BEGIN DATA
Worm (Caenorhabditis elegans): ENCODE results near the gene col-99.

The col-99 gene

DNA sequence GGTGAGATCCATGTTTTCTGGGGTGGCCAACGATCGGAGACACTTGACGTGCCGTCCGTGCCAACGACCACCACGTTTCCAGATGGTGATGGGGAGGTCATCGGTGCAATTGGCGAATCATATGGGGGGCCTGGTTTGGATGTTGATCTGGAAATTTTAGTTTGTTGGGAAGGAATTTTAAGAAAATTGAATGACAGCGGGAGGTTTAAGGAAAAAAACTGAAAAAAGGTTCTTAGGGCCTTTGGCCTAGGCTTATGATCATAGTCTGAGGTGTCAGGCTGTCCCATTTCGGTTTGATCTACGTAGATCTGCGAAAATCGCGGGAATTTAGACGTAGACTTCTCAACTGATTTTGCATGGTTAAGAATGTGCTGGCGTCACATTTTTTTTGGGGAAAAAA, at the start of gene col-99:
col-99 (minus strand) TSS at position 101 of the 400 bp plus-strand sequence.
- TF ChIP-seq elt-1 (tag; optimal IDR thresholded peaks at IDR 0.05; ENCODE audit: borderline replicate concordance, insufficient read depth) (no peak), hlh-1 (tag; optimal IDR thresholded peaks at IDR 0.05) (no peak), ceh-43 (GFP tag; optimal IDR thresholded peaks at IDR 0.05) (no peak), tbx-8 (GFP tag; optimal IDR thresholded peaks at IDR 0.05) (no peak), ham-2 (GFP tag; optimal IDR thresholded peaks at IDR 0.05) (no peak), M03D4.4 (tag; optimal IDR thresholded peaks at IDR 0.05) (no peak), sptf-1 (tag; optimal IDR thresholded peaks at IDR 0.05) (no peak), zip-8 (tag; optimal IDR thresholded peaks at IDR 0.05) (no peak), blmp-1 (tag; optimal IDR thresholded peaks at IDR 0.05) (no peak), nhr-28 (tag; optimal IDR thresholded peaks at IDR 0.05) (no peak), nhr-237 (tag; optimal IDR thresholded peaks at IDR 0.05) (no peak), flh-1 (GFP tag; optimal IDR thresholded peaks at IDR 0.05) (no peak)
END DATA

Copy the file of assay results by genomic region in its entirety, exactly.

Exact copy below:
Worm (Caenorhabditis elegans): ENCODE results near the gene col-99.

The col-99 gene

DNA sequence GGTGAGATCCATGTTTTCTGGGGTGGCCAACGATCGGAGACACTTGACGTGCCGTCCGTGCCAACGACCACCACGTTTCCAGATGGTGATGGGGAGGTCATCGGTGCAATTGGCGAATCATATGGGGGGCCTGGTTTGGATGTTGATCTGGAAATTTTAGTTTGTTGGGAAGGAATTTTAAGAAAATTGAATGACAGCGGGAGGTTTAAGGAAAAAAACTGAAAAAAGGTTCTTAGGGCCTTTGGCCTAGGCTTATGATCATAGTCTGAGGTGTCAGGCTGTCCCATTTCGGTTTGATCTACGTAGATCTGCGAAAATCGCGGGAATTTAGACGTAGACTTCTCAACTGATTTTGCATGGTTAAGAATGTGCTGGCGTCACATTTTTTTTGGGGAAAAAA, at the start of gene col-99:
col-99 (minus strand) TSS at position 101 of the 400 bp plus-strand sequence.
- TF ChIP-seq elt-1 (tag; optimal IDR thresholded peaks at IDR 0.05; ENCODE audit: borderline replicate concordance, insufficient read depth) (no peak), hlh-1 (tag; optimal IDR thresholded peaks at IDR 0.05) (no peak), ceh-43 (GFP tag; optimal IDR thresholded peaks at IDR 0.05) (no peak), tbx-8 (GFP tag; optimal IDR thresholded peaks at IDR 0.05) (no peak), ham-2 (GFP tag; optimal IDR thresholded peaks at IDR 0.05) (no peak), M03D4.4 (tag; optimal IDR thresholded peaks at IDR 0.05) (no peak), sptf-1 (tag; optimal IDR thresholded peaks at IDR 0.05) (no peak), zip-8 (tag; optimal IDR thresholded peaks at IDR 0.05) (no peak), blmp-1 (tag; optimal IDR thresholded peaks at IDR 0.05) (no peak), nhr-28 (tag; optimal IDR thresholded peaks at IDR 0.05) (no peak), nhr-237 (tag; optimal IDR thresholded peaks at IDR 0.05) (no peak), flh-1 (GFP tag; optimal IDR thresholded peaks at IDR 0.05) (no peak)